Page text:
Skip to main content

Sign up for our newsletter.

Quality journalism. Progressive values. Direct to your inbox.

A voter mails in a ballot

A voter casts his early voting ballot at a drop box outside City Hall on October 17, 2020 in Philadelphia, Pennsylvania. (Photo: Mark Makela/Getty Images)

'Egregious': Pennsylvania Court Strikes Down Mail-In Voting Law

The ruling was stayed pending an appeal to the state's Supreme Court and as one voting advocate put it: "The fight's not over yet, folks."

Julia Conley

A sweeping Pennsylvania voting rights law that won praise from across the political spectrum when it was passed in 2019 was struck down by a state court Friday after Republican lawmakers—several of whom had voted for the law—claimed it unlawfully helped President Joe Biden to win the state in 2020.

"This must not stand and I look forward to an appeal to the Pennsylvania Supreme to correct this egregious ruling."

The conservative-leaning Commonwealth Court ruled 3-2 that Act 77 is unconstitutional, reasoning that an 1838 amendment to the state constitution says Pennsylvanians must vote in person on Election Day unless they meet certain criteria. The rule must be overturned by the adoption of a new amendment, said the court.

State Attorney General Josh Shapiro said the court's ruling "is based on twisted logic and faulty reasoning, and is wrong on the law."

Act 77 will remain in effect for the time being, as the Pennsylvania State Department responded to the Commonwealth Court's decision by promptly appealing the case to the state Supreme Court, automatically placing a stay on the ruling.

But voting rights advocates warned that another ruling in favor of the 14 Republicans who sued over the law after former President Donald Trump lost Pennsylvania in the 2020 election would have dire consequences for democracy.

The ruling is "without merit and a partisan attack on voting in Pennsylvania," tweeted Rep. Dwight Evans (D-Penn.). "This must not stand and I look forward to an appeal to the Pennsylvania Supreme to correct this egregious ruling."

Passed by a Republican state legislature and signed into law by a Democratic governor, Act 77 permits Pennsylvania to vote by mail or absentee ballot without providing a reason. It also invested $90 million in election infrastructure upgrades, created a permanent list of mail-in voters, and reduced the voter registration deadline to 15 days from 30 days before an election.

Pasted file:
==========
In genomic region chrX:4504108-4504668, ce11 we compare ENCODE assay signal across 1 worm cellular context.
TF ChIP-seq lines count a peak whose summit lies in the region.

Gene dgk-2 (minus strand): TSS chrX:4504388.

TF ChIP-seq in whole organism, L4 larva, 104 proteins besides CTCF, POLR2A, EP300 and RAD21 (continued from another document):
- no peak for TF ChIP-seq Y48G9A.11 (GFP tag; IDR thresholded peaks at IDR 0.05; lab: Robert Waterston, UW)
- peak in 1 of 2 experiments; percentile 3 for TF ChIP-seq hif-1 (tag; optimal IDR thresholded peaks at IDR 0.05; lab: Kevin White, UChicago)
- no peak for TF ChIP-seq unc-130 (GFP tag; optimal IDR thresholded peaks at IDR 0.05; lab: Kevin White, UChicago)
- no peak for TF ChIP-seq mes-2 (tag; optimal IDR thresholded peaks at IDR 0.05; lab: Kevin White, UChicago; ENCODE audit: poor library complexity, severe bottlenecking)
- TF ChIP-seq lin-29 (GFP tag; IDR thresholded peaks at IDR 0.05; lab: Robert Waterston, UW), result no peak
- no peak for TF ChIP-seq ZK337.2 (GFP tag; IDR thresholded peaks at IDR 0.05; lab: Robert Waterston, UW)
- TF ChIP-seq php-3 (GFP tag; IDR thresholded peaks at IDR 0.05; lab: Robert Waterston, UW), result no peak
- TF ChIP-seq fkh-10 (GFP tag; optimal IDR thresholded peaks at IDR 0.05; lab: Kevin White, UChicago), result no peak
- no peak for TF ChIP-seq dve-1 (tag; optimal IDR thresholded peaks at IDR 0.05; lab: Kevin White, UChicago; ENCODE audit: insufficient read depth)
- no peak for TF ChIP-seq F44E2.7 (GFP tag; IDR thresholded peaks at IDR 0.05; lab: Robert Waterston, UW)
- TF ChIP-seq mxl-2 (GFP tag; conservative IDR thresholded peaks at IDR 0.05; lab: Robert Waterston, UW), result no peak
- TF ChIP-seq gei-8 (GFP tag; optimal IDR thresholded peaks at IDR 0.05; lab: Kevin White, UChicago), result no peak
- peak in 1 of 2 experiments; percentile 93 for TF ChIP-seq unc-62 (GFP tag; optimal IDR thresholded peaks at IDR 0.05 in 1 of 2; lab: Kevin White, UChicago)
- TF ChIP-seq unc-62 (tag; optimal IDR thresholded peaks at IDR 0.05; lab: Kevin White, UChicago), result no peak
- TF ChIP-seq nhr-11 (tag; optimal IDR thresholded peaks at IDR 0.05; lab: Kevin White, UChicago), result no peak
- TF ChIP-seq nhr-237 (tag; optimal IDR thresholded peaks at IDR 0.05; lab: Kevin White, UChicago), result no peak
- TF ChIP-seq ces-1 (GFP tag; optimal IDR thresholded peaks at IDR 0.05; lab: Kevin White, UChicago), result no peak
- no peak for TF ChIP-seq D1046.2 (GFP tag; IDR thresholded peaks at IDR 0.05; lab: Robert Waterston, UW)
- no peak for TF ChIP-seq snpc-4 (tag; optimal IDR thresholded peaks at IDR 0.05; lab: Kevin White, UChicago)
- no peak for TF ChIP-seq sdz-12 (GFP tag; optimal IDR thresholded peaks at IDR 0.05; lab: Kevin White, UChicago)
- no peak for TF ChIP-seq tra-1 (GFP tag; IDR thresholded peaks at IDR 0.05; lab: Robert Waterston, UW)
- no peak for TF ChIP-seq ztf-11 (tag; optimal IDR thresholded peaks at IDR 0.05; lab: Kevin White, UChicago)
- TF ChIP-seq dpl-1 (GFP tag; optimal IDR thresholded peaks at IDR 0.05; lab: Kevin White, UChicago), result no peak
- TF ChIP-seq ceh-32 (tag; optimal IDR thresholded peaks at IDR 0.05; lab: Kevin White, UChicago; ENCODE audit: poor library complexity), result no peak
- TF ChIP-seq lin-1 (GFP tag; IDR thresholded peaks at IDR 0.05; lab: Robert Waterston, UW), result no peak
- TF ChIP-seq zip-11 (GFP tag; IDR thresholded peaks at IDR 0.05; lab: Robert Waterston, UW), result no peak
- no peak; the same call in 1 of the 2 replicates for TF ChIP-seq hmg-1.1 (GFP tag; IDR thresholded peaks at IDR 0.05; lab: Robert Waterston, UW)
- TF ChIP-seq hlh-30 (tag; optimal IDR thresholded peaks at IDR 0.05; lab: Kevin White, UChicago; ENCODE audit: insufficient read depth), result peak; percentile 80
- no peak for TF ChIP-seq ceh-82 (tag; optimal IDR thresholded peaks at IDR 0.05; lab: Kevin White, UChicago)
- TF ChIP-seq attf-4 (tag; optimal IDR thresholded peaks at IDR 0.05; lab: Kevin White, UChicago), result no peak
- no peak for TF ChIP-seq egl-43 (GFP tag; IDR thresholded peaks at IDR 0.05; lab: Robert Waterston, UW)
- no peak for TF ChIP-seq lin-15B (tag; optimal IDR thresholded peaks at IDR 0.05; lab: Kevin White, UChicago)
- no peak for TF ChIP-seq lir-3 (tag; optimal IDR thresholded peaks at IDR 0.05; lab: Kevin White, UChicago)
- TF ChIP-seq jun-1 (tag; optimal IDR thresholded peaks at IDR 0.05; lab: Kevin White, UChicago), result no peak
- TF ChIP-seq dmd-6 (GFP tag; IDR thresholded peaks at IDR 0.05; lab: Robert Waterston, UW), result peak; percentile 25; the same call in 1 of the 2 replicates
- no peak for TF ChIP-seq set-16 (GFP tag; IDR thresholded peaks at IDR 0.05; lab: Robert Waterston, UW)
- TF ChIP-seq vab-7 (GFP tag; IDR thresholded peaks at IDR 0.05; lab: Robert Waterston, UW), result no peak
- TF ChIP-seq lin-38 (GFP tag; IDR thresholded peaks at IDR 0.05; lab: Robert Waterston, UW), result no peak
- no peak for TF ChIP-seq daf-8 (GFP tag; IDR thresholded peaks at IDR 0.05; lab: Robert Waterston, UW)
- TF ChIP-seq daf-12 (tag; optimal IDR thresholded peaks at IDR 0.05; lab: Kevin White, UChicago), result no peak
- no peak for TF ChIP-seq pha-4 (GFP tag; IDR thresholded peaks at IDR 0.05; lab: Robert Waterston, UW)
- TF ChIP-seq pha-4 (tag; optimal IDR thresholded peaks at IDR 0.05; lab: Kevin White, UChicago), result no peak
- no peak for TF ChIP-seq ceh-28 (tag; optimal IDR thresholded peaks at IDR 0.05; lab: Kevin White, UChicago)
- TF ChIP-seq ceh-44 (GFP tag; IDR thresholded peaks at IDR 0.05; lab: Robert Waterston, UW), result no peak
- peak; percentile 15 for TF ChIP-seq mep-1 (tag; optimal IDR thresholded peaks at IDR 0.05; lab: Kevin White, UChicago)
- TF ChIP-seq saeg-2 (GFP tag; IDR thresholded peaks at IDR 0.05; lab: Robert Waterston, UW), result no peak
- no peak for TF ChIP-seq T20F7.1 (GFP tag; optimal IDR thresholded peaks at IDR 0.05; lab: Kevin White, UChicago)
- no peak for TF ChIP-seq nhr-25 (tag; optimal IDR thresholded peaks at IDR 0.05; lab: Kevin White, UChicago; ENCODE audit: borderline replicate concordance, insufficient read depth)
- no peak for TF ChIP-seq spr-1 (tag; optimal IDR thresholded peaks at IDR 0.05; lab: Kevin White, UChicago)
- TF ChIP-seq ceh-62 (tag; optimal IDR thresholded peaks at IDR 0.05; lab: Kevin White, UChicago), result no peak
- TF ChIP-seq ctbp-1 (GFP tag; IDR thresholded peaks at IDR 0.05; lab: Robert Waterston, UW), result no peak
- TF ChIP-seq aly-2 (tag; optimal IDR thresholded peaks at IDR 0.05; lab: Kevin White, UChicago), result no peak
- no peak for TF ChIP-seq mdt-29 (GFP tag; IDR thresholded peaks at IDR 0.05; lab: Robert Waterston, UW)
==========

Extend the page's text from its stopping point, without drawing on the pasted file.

Eleven of the 14 Republicans who asked the state Supreme Court to invalidate mail-in ballots after the 2020 election, claiming Act 77 was unconstitutional, voted for the law in 2019. Two of the lawmakers were not in office at the time and one voted against it.

"Unsatisfied with the results of that wager, they would now flip over the table, scattering to the shadows the votes of millions of Pennsylvanians," state Supreme Court Justice David Wecht wrote in an opinion in November 2020, rejecting the lawmakers' claim that Act 77 is unconstitutional. "Courts should not decide elections when the will of the voters is clear."


Our work is licensed under Creative Commons (CC BY-NC-ND 3.0). Feel free to republish and share widely.

We've had enough. The 1% own and operate the corporate media. They are doing everything they can to defend the status quo, squash dissent and protect the wealthy and the powerful. The Common Dreams media model is different. We cover the news that matters to the 99%. Our mission? To inform. To inspire. To ignite change for the common good. How? Nonprofit. Independent. Reader-supported. Free to read. Free to republish. Free to share. With no advertising. No paywalls. No selling of your data. Thousands of small donations fund our newsroom and allow us to continue publishing. Can you chip in? We can't do it without you. Thank you.

Federal Judge Allows 'Untenable' Plan to Send Juvenile Inmates to Angola Prison

"The move defies all common sense and best practices, and it will cause irrevocable damage to our youth and families," said one children's advocate.

Julia Conley ·


'Catastrophic': Arizona Judge Allows 1864 Abortion Ban to Go Into Effect

"No archaic law should dictate our reproductive freedom," said one rights advocate.

Julia Conley ·


US Progressives Express Solidarity With Iranian Protesters After Death of Mahsa Amini

"The right to choose belongs to us all, from hijabs to reproductive care," said Rep. Alexandria Ocasio-Cortez.

Julia Conley ·


Critics of Louisiana LNG Project 'Hopeful' as Huge Sales Contracts Canceled

"The fight is not over," says one activist, but "from tax breaks to pollution and now to these recent financial downswings, we have all the evidence we need to understand that Driftwood will be a parasite."

Jessica Corbett ·


DHS Officials Urge Biden to End 'Disastrous Leadership' of Embattled IG

In an anonymous letter, the Homeland Security staffers say Inspector General Joseph Cuffari's actions "embarrass the entire agency."

Brett Wilkins ·

Common Dreams Logo